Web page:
Monday, April 5, 2010

What's The Payoff?

Remember you can read the brand new Financial Accounting textbook that I wrote with C. J. Skender by going to It is free, online. Why not read it or let your students know it is there and ask them to look it over as a supplement?

If you have read my blog, you already know that I am somewhat obsessed with the importance of student preparation for class. In fact, my students would probably say that I’m “totally obsessed” with the importance of student preparation. I do not see how a teacher can accomplish much if the students have done no preliminary work. At that point, all they can do is sit quietly and take notes. That is not education; that is stenography.

Like most professors, I assign several pages for them to read prior to each class and give them some questions/problems to prepare so that we can hold a legitimate discussion/debate. However, most students have a lot of calls on their time and they will look at any such assignment and automatically calculate “what’s the payoff for me? What is the real benefit that I will gain by using my time to do this work rather than an assignment from another class?”

Obviously, the theoretical answer is that it makes the learning process go better in class. And, that alone should be enough. Unfortunately, “better learning” is pretty nebulous. My students seem to need a more solid payoff. I fear that too many teachers before me have given them assignments with no eventual payoff and they have learned to be cynical. We can argue all day as to whether it should be like that but I think it is human nature. Many students have to know the answer to the question—“how do I benefit from doing this assignment”—or they will simply not do it.

So, here is a technique that I find helpful on occasion. Wednesday, we will start covering liabilities in Financial Accounting. One topic that I like is “gift cards” because (a) students understand the concept very well, (b) a great many companies seem to sell them, and (c) the handling takes some thinking but it is certainly understandable to most students.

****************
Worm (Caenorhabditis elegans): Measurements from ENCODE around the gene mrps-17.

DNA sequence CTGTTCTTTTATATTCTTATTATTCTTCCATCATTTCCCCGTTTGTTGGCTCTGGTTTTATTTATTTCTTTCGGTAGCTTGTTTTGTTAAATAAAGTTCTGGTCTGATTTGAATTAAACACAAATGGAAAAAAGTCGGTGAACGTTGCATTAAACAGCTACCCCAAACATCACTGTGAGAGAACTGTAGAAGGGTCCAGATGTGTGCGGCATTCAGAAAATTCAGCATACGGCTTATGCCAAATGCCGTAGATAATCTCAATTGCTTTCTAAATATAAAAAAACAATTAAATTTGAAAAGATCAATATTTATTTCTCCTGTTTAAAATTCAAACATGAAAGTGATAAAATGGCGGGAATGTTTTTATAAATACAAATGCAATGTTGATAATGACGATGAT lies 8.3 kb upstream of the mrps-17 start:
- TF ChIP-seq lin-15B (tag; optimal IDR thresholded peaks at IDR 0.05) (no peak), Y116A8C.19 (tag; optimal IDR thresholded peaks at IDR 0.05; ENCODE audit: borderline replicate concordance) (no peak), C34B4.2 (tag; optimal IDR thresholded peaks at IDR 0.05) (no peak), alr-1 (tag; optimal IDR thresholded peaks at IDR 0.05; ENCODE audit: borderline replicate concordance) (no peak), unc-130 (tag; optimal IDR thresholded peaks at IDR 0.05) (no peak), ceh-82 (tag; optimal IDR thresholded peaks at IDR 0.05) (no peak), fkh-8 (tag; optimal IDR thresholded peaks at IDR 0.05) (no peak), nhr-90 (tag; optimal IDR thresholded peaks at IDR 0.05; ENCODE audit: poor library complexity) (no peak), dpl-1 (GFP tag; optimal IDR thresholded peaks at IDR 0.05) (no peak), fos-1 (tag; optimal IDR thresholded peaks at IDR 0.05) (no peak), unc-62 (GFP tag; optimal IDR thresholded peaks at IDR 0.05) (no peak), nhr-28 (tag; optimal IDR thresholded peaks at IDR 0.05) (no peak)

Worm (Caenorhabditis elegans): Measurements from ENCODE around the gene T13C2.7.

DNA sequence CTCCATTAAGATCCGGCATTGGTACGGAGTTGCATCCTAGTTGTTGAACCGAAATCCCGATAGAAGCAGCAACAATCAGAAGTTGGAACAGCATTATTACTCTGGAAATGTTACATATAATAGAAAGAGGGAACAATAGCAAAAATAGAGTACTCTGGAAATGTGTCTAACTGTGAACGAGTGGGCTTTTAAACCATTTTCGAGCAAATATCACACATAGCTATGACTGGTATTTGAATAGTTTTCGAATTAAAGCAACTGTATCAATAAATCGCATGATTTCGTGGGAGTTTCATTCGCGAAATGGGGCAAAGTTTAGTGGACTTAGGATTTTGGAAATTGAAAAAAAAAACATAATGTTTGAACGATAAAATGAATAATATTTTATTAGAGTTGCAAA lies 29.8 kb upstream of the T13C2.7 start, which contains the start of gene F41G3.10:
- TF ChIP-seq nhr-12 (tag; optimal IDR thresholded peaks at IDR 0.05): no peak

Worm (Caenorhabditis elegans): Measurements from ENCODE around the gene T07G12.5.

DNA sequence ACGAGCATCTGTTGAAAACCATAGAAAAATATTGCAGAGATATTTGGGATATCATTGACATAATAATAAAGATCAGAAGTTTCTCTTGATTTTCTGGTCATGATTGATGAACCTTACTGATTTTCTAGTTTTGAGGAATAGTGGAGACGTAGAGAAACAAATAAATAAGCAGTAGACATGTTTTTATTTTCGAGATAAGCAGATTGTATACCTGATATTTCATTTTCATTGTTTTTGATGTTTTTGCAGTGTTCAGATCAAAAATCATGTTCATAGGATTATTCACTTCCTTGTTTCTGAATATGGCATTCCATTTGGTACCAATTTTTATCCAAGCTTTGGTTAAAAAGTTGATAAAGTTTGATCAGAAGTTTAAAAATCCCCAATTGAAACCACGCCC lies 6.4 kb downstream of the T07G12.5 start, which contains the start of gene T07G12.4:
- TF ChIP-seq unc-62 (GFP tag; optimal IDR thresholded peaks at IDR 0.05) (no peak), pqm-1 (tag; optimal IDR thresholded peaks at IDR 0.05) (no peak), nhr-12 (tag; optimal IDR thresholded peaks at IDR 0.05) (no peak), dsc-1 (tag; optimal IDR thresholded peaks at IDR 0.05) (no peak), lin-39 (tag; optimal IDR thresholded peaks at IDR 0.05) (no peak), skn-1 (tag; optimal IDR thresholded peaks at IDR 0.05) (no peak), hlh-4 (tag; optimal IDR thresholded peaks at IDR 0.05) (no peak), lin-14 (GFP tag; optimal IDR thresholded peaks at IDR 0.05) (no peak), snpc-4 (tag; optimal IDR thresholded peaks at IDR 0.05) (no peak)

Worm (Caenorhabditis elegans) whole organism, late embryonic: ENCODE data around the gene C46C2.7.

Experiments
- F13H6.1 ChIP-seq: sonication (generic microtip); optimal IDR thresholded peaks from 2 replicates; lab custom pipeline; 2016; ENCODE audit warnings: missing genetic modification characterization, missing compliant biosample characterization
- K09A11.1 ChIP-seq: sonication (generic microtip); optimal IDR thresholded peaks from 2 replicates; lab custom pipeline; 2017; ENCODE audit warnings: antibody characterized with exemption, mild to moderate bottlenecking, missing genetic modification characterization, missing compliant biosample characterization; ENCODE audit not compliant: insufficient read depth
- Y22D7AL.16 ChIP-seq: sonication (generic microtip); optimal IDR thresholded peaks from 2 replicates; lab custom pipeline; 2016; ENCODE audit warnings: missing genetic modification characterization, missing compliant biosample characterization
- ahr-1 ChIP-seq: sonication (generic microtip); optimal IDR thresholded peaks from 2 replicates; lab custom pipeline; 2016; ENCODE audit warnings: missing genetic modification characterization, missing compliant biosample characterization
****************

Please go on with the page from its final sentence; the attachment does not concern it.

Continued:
For Wednesday, I asked my students to read pages 294 to 296 which cover gift cards (including an illustration about Best Buy’s reporting of $479 million as “unredeemed gift card liabilities”) along with two embedded multiple-choice questions to provide feedback about their understanding. I could explain this liability to them and they could take notes but then the learning is dependent on me. Thus, my assignment was simple: Assume I’m the president of a company that sells gift cards and you are the accountant. Read these three pages in the book and tell me everything that I need to know (as president) about the financial reporting of gift cards. Assume I am a curious president and I really want to know how the reporting works.

They can do that and it puts the responsibility on them. Plus, it is a realistic sounding situation. They like that. They can all envision something like this happening.

In class, I will play the role of the president and start asking them questions as if they were the controller. I am betting that with 4-6 questions asked to 4-6 different students I can help navigate the group successfully through the topic. That is how I like to run my class. The answer comes from them but with my guidance. But it requires them to do some preparation/thinking in advance.

How do I know they will prepare: (a) they see from the nature of the assignment what they are expected to do (I have tried to eliminate any ambiguity) and (b) they can see that I’m going to be calling on someone to provide me with the information I seek (it might be them). I have tried to show them that there is a positive payoff from doing the preparation: when I call on them, they will be capable of responding without looking like they are totally lost. Students do not like to appear dumb. Plus, they have a sense that this is the kind of experience that they might encounter in the real world after graduation. If they see what they are expected to know and understand the payoff, most will put in a reasonable effort to have a decent response ready.

If you are not happy with student preparation in you classes, ask yourself what the real payoff is for your students and whether that payoff needs to be improved. If they don’t see the payoff, students are not inclined to do the preparation.

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